The eastern border of the Republik of Croatia is partly defined by the river Danube. In Roman times, the Danube acted as the border (limes) between the Roman Empire and barbaric lands almost in its full length.
The Croatian part of the Danubian limes stretches from Batina Skela to Ilok and is 188 km long. It goes through two areas that do not have just different names (Baranja and Slavonija) but also different geomorphologic structure. The north-western Baranja is a flat area dominated by the Baranja Hill (243 m), while the area between the rivers Danube and Drava is covered by marshland of Kopački Rit. In Slavonian region the limes is marked by steep and high banks of the Danube. The Croatian part of the Danubian limes can be separated in two areas: the “belt” immediately by the river (one has to bear in mind that the Danube has changed its flow in this area to some extent) and the hinterland. In the hinterland of this part of limes there was a number of local roads, but also three very important land corridors that went along important rivers such as the river Sava (Emona – Siscia – Sirmium) and Drava (Poetovia – Mursa – Cibale – Sirmium), as well as the road that linked Klosterneuburg/Cannabiaca and Zemun/Taurunum, constructed by Romans to increase the flow of army and goods. That road went along the right bank of the Danube. It is an ancient route, known already in prehistory and partly still in use today.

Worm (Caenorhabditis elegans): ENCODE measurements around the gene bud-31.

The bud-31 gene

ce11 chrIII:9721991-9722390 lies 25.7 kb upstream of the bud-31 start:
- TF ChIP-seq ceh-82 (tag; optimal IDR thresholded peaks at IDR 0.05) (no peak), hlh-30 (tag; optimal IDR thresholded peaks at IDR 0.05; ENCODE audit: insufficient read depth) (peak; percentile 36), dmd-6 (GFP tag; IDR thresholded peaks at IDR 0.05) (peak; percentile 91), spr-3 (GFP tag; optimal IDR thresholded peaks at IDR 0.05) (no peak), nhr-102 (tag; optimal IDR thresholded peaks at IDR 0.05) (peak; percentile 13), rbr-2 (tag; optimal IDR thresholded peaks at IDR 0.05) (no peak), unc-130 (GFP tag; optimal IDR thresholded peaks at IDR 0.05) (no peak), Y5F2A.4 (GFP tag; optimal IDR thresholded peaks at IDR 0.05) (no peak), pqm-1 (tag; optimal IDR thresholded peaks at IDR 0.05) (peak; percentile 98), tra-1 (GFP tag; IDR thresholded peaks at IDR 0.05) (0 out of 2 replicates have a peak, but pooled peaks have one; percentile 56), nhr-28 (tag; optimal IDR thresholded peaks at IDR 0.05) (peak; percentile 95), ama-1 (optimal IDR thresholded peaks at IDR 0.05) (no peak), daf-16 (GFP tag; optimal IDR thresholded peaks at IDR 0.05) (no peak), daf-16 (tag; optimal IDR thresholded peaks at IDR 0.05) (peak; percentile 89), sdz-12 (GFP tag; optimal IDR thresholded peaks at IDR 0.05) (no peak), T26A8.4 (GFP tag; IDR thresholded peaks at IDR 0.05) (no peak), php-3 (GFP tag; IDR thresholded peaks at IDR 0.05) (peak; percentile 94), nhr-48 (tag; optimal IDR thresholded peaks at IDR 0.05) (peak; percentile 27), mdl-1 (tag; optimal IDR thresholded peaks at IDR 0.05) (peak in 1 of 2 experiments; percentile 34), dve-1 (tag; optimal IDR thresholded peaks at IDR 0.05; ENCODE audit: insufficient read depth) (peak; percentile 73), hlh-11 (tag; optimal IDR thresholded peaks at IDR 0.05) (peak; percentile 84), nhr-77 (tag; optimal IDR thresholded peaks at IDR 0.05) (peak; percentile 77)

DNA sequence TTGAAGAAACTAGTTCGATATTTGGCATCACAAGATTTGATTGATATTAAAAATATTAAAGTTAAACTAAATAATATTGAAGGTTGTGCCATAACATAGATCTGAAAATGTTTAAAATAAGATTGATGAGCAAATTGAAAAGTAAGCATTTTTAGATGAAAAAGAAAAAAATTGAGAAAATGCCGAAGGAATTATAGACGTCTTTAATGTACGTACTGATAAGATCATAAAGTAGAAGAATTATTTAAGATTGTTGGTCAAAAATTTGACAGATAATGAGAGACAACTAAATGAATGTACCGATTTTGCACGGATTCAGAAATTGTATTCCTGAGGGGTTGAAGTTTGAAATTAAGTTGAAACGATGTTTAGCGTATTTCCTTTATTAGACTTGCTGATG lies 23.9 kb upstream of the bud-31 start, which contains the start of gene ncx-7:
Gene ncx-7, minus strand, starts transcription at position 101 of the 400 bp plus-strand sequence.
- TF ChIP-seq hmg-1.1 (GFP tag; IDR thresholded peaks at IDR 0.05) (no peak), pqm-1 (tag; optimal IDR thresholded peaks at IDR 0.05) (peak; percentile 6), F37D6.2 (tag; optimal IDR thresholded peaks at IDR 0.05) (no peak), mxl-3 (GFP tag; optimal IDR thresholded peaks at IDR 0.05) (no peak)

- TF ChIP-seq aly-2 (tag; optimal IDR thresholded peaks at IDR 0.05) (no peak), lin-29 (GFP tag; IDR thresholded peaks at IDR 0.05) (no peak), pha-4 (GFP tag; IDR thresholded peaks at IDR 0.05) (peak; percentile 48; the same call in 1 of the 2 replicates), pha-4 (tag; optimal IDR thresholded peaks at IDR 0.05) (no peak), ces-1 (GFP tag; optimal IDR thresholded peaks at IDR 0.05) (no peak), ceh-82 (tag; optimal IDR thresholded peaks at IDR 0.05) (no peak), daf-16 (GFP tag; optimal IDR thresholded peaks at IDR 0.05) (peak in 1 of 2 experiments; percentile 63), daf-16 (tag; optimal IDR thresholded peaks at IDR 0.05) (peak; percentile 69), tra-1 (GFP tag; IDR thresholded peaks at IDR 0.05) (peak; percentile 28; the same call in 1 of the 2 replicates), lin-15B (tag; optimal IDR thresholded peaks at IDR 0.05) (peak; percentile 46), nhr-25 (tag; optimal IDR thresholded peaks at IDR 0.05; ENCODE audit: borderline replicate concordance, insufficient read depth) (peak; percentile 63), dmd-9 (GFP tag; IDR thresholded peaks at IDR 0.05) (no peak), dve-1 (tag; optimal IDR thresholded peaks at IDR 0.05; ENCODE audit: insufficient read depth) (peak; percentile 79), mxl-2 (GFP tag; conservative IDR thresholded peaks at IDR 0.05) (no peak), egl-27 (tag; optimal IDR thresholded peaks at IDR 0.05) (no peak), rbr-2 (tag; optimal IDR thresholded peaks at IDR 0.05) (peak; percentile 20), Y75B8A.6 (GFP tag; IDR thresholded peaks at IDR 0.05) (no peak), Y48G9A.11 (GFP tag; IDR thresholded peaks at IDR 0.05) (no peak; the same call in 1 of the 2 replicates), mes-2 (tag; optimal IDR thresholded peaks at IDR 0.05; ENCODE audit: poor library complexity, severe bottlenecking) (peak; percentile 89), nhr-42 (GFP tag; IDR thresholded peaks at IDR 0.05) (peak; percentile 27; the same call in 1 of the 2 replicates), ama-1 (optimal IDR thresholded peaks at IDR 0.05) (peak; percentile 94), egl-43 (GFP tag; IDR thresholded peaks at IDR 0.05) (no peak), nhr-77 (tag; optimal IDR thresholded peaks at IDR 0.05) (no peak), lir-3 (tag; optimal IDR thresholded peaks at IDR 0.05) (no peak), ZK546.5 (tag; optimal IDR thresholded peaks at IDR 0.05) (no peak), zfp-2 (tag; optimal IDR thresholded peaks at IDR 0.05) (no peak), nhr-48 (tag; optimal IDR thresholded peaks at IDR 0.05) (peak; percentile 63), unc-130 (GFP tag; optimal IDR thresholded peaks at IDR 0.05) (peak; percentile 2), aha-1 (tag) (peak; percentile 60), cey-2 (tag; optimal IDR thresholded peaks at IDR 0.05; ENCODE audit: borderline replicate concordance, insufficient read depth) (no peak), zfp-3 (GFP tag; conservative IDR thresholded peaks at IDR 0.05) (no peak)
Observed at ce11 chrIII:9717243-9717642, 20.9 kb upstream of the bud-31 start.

The research has shown that this Roman, so-called military road, moved away from the Danube in two places. South of Batina Skela (Ad militare) it turns towards the southern slopes of the Ban Hill and Zmajevac (Ad Novas). From Zmajevac one road went to Pecs (Sopianae), while the limes road went further towards the south, and passed through the present-day settlements of Dragojlov Brijeg, Grabovac, Lug, Vardarac and Kopačevo. In this section the modern road follows the Roman route. After Kopačevo the road could have turned more to the west towards Bilje from where it went to Osijek (Mursa) or it could have continued straight to the south towards the river Drava crossing near Nemetin (Ad Labores). From there the road went through Sarvaš – Bijelo Brdo to Dalj (Teutoborgium). However, both field surveys and archeological finds suggest yet another possibility. The road could have connected Nemetin – Aljmaš – Erdut – Dalj. From Dalj (Teutoburgium), the road went back to the Danube, along the route Gradac – Borovo – Vukovar – Sotin (Cornacum) – Ilok (Cuccium).